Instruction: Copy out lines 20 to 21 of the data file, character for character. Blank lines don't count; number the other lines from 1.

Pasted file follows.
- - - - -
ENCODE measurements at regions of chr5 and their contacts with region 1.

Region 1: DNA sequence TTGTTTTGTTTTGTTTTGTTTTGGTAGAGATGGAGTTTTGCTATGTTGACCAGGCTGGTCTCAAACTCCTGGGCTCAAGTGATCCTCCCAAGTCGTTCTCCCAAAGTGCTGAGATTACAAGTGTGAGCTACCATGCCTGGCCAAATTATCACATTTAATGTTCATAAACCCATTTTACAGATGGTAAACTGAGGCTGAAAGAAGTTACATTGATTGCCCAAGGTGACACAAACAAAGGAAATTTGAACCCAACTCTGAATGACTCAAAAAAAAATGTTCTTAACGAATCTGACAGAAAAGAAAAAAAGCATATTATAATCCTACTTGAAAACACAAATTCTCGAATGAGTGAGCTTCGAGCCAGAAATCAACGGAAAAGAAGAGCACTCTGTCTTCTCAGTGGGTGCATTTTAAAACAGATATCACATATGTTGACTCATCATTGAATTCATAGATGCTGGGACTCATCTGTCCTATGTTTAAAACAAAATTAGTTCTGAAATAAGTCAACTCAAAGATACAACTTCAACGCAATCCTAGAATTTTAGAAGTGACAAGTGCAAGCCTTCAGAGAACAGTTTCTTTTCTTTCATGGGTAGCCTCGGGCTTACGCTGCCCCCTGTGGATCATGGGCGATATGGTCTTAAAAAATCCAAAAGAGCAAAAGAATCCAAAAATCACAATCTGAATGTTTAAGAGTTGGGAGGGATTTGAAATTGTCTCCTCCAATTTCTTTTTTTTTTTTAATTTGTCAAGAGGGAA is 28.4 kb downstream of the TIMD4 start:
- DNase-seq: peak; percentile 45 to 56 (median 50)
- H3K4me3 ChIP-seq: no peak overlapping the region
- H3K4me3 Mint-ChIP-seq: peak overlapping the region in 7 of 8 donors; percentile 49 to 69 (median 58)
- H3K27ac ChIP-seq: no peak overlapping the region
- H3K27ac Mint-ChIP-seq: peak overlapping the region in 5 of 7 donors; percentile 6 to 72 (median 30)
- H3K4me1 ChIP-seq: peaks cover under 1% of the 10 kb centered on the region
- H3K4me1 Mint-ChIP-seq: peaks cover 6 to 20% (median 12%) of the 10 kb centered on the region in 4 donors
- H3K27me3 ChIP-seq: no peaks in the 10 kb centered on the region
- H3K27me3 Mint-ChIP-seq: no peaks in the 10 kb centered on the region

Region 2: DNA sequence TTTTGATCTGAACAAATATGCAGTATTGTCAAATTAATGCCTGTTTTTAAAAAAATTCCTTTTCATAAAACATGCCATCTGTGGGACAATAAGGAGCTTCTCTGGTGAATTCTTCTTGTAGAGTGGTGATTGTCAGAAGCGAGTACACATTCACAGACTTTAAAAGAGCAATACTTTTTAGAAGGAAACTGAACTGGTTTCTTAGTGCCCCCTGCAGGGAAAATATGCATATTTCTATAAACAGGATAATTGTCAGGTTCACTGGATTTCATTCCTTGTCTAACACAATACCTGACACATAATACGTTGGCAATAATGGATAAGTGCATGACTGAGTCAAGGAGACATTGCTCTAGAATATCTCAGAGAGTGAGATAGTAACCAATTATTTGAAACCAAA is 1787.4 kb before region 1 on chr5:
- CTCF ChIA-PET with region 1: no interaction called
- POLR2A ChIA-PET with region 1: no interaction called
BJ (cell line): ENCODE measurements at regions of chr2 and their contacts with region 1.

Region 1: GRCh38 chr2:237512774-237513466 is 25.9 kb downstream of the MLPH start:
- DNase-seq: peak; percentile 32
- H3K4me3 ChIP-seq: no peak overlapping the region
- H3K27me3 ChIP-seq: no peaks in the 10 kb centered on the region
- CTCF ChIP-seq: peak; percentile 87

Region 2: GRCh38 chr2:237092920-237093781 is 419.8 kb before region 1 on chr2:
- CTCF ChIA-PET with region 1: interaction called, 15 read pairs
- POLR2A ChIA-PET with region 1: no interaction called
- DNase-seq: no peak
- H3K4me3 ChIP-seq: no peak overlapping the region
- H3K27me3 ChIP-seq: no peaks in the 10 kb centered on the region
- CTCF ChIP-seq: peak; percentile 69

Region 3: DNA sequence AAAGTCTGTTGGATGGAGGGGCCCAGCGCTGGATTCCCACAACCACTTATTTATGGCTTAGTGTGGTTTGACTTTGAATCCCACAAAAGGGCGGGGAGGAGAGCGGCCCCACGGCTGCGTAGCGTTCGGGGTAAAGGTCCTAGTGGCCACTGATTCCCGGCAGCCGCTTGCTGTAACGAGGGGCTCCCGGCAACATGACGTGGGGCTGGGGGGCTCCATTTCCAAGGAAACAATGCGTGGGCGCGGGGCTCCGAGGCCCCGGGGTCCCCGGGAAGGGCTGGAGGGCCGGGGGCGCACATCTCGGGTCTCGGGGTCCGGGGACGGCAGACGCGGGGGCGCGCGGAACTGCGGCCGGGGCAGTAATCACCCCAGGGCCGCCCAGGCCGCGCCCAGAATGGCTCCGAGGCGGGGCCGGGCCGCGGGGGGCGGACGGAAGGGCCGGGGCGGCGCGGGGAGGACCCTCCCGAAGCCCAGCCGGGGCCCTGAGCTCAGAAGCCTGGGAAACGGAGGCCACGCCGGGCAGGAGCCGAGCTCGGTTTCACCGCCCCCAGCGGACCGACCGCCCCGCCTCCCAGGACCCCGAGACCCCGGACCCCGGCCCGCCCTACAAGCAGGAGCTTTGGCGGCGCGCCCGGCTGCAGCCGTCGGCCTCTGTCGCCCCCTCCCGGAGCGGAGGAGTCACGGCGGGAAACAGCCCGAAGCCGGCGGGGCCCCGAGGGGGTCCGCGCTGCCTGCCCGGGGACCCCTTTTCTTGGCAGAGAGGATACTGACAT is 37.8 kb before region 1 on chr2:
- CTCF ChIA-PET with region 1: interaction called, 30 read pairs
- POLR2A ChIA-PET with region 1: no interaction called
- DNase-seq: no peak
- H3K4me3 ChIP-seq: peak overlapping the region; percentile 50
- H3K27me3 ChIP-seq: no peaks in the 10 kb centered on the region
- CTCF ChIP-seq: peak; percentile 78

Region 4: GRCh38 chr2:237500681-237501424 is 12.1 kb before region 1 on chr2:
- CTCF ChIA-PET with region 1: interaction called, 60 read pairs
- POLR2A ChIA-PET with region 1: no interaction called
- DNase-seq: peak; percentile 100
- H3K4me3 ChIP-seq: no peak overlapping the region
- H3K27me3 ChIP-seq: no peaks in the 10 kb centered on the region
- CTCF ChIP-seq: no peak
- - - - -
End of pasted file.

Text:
- CTCF ChIP-seq: peak; percentile 87

Region 2: GRCh38 chr2:237092920-237093781 is 419.8 kb before region 1 on chr2: